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At the Dayton, Ohio Hamvention, the largest of its kind for Ham radio enthusiast Richard Garriott shared his experience on the ISS and his time using the Ham radio while on board. His father, Owen, also in attendance was the first to use a Ham radio on his STS-9 space shuttle mission.
Amateur Radio has become a family affair. Richard used his grandfathers call sign while using a ham radio which he brought with him on his trip and subsequently left on the ISS for others to use. He would realize quickly the organization and breadth of the radio community while in space. Trying to conserve on the batteries needed to run his Radio he tried to stretch them past their 4 hour useful life. While on board everything seemed to be running smoothly in his efforts with the radio, he would quickly learn the next day that the batteries only were lasting for the 4 hours. During his daily ground communications with his father, whom ran his ground control team, called up that everyone appreciates his efforts but that he needed to change his batteries more often.
Richard would not only use his fathers experience in space by having him run the ground control team staying in the Russian mission control and as part of the helicopter team that would eventually retrieve him once he landed. His dad also became a source of competition. During his first day Richard would write his radio contacts on the back of the pages of his flight plan in a single column. As time went on and he becoming more successful he started to make double columns then triple columns. He would think of his dads experience using the radio and wondered about how many contacts he might have had during his shuttle mission and vowed to try to beat him. Richard would eventually pass the 500 mark in two way communications. He suspects his dad only had one or two hundred.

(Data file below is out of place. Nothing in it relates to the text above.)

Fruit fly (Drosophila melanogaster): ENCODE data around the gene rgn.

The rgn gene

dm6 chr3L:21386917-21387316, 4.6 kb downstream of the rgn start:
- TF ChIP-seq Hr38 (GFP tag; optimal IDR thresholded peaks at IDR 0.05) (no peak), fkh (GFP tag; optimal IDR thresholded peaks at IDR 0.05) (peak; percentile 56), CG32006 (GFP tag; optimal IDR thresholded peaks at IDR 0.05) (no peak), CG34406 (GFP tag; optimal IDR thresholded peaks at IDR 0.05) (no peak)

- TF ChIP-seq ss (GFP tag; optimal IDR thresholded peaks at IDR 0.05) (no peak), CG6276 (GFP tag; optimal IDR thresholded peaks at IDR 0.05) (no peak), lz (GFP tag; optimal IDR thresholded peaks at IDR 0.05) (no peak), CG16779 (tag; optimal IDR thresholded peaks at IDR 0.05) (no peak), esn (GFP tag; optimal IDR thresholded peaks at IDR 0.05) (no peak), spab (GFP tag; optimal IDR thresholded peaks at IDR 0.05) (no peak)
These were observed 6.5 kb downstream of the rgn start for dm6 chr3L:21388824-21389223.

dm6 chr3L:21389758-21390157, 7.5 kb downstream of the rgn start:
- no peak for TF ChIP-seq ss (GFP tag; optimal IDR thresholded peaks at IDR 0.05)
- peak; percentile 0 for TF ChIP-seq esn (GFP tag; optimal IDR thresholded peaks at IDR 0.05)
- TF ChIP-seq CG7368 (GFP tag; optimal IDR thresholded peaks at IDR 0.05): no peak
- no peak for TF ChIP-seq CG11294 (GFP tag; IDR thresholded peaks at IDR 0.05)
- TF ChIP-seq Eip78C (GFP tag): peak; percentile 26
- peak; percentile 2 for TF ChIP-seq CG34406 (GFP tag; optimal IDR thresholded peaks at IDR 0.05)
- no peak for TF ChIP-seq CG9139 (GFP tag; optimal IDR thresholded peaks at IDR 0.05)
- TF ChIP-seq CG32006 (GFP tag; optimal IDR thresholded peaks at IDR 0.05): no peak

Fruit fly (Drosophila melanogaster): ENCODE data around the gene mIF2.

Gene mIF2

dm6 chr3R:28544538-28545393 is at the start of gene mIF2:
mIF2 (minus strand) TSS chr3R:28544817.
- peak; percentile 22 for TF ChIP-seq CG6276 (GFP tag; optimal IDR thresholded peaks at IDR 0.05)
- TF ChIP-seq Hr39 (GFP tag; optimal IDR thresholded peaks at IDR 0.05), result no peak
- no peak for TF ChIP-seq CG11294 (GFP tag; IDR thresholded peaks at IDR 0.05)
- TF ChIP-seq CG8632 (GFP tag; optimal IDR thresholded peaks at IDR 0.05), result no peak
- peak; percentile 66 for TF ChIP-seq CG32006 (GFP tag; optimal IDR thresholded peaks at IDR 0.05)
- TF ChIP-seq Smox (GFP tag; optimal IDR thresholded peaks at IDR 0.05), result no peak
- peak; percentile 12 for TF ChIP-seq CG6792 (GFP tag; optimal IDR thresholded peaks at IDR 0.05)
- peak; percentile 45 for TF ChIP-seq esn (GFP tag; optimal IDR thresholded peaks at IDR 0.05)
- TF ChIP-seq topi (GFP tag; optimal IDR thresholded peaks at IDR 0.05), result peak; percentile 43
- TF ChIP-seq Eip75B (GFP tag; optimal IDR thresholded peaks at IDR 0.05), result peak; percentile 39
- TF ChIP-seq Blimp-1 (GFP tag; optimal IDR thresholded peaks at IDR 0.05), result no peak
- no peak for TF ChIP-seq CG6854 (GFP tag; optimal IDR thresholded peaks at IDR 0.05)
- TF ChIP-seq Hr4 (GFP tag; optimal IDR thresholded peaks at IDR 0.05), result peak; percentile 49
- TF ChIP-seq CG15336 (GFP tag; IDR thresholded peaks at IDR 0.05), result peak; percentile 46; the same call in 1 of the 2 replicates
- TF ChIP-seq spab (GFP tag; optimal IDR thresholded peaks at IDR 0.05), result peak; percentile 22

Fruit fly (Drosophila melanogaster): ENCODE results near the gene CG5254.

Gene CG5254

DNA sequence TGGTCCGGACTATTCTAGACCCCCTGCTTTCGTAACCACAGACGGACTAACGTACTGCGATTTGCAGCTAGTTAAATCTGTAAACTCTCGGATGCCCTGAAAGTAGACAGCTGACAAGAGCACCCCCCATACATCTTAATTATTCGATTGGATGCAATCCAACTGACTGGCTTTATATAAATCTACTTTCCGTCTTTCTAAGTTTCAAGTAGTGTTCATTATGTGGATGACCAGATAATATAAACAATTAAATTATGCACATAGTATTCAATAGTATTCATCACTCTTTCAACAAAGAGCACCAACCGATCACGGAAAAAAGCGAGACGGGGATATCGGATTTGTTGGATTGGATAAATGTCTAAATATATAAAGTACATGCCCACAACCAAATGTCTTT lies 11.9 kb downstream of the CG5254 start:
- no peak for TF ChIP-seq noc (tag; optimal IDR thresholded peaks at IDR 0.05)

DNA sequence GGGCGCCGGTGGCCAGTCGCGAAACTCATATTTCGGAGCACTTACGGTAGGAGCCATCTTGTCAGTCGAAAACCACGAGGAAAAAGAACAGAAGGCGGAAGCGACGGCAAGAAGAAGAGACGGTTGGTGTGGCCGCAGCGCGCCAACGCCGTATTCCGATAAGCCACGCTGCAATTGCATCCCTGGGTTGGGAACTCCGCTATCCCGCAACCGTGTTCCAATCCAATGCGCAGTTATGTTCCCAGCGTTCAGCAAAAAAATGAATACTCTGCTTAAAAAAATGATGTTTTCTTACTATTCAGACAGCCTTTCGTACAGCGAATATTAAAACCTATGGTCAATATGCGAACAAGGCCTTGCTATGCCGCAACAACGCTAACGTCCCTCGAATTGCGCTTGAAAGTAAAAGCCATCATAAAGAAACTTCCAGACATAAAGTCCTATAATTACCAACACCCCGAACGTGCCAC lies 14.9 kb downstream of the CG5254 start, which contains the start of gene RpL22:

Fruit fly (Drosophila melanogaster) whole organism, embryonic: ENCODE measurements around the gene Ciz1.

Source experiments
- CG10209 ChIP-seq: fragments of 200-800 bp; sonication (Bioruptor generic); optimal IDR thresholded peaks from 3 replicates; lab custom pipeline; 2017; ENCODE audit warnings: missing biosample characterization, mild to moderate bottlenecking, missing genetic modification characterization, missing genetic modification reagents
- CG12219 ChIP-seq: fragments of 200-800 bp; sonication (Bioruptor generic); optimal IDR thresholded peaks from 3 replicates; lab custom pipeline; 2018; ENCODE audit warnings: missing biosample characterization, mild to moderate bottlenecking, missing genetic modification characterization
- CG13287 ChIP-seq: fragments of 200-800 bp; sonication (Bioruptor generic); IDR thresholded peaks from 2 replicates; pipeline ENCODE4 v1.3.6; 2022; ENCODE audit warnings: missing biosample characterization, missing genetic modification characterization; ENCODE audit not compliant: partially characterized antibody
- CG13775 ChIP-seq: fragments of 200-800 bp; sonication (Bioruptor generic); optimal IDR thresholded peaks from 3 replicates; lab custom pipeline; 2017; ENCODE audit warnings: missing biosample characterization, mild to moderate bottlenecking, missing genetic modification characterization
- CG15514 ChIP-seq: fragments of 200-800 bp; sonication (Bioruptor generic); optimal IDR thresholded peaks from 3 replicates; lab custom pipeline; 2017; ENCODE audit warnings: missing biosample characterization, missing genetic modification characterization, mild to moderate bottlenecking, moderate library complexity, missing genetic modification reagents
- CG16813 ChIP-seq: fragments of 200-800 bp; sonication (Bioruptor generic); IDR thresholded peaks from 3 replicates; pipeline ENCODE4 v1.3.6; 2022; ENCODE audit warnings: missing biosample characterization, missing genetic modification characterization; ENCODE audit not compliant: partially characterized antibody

Richard Garriott was suppose to be the first so called space tourist in space. Having accumulated the finances needed through investments in the internet. As the time approached the dot com bubble burst sending his needed wealth sliding and being forced to sell his seat to Denis Tito. In October 2008, his dream finally came true.
Growing up with neighbors like Joe Engle on the right and Hoot Gibson on the left while having Owen for a father, Richard thought everyone went into space. But later a NASA doctor would tell him your "poor eyesight means you will never be selected to be a NASA astronaut." Once in space he would find it ironic that the one science query NASA was most interested in were his eyes. He was the first person to fly in space to have corrective eye surgery.
He was amazed to see, 48 hours before his launch, the rocket he was to fly into space with was still lying in pieces. The day before his launch it would all come together and roll out to the launch pad by train. During his entire mission he felt space travel to be "quiet, smooth, and non threatening." Once in space he would look out the window of his Soyuz capsule and see an odd mixture of high tech gizmo's and hand stitched fabric that would protect him on his journey to and from his trip to the ISS. During the re-entry he would notice heat shield fragments flying off past his window before a "ka whomp" as he landed on the ground with the use of a parachute before bouncing and rolling to a stop.
Once on board the ISS his first activity was to set up his radio station. His first impressions of the ISS was that it was very "cluttered." He spent a great deal of his spare time making connections to those on the ground using his radio. He considers it "the most challenging, the most rewarding activity I had on orbit."
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